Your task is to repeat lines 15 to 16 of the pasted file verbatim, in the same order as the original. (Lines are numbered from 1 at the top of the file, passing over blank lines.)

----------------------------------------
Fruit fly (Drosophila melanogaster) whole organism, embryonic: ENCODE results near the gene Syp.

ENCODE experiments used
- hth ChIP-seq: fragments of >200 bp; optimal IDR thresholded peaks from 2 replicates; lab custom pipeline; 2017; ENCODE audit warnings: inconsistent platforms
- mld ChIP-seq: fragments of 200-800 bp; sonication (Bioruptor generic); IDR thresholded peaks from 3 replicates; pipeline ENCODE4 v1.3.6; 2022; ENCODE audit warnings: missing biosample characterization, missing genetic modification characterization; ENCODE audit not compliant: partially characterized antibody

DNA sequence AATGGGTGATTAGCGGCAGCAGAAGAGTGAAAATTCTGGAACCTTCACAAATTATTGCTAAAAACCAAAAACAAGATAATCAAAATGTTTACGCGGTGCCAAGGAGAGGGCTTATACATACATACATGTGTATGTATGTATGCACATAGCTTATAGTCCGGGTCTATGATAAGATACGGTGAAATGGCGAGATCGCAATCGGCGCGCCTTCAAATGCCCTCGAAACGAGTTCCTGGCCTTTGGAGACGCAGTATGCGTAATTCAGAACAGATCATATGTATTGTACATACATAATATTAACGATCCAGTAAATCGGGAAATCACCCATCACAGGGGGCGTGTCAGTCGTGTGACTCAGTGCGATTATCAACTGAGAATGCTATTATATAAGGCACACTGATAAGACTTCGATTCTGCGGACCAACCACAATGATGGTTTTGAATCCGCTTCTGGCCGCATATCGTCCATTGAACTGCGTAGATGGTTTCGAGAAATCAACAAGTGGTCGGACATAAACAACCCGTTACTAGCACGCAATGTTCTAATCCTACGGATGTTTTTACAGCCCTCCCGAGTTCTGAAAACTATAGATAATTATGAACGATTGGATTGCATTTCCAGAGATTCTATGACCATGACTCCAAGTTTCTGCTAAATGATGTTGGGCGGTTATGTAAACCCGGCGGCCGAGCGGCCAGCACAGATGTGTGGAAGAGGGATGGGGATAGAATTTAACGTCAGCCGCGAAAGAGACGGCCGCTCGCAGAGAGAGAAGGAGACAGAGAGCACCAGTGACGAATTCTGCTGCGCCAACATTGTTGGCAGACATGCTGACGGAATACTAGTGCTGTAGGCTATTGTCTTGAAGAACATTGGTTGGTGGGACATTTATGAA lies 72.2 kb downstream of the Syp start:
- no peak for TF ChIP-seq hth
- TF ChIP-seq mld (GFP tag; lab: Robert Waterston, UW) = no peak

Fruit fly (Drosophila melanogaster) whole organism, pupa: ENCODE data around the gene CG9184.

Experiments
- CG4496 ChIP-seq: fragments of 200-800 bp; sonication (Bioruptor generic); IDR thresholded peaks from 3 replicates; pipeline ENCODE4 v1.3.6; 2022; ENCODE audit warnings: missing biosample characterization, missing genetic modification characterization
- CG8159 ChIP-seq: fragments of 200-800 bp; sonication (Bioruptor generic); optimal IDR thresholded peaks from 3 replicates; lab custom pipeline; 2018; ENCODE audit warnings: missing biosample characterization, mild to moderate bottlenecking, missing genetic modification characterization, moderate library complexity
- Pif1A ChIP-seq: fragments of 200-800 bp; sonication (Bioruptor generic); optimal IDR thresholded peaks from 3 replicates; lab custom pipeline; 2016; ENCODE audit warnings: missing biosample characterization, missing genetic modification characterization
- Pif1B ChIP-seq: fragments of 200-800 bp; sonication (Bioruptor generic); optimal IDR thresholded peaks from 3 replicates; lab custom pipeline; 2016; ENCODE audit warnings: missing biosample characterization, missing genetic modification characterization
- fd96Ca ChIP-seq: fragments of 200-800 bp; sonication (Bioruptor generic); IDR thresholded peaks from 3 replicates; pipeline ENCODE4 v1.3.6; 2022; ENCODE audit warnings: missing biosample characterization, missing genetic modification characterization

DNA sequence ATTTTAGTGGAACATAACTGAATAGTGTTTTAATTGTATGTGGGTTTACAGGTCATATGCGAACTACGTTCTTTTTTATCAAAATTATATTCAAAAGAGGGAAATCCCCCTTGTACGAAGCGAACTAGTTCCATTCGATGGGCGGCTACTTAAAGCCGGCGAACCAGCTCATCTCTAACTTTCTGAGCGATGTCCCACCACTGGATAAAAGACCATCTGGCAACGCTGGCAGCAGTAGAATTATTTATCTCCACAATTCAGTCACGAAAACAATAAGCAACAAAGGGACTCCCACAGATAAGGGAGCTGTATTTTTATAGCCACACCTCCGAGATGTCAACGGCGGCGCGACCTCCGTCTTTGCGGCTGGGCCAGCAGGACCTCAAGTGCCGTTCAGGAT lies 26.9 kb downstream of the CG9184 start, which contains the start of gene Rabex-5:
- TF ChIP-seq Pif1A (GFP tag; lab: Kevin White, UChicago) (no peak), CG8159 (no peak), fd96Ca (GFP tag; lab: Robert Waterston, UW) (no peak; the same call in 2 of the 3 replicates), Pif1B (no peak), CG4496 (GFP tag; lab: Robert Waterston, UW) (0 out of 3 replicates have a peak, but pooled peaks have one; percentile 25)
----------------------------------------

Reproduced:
DNA sequence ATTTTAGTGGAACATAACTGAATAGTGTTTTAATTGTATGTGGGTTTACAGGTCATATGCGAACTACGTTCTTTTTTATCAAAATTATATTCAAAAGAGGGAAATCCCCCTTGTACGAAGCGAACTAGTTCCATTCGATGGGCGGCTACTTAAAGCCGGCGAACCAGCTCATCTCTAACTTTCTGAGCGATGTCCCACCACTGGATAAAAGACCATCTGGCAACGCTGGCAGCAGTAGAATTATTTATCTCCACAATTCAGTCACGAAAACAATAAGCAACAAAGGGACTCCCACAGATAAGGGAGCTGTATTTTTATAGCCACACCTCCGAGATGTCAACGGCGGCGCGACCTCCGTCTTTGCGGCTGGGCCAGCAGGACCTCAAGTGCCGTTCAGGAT lies 26.9 kb downstream of the CG9184 start, which contains the start of gene Rabex-5:
- TF ChIP-seq Pif1A (GFP tag; lab: Kevin White, UChicago) (no peak), CG8159 (no peak), fd96Ca (GFP tag; lab: Robert Waterston, UW) (no peak; the same call in 2 of the 3 replicates), Pif1B (no peak), CG4496 (GFP tag; lab: Robert Waterston, UW) (0 out of 3 replicates have a peak, but pooled peaks have one; percentile 25)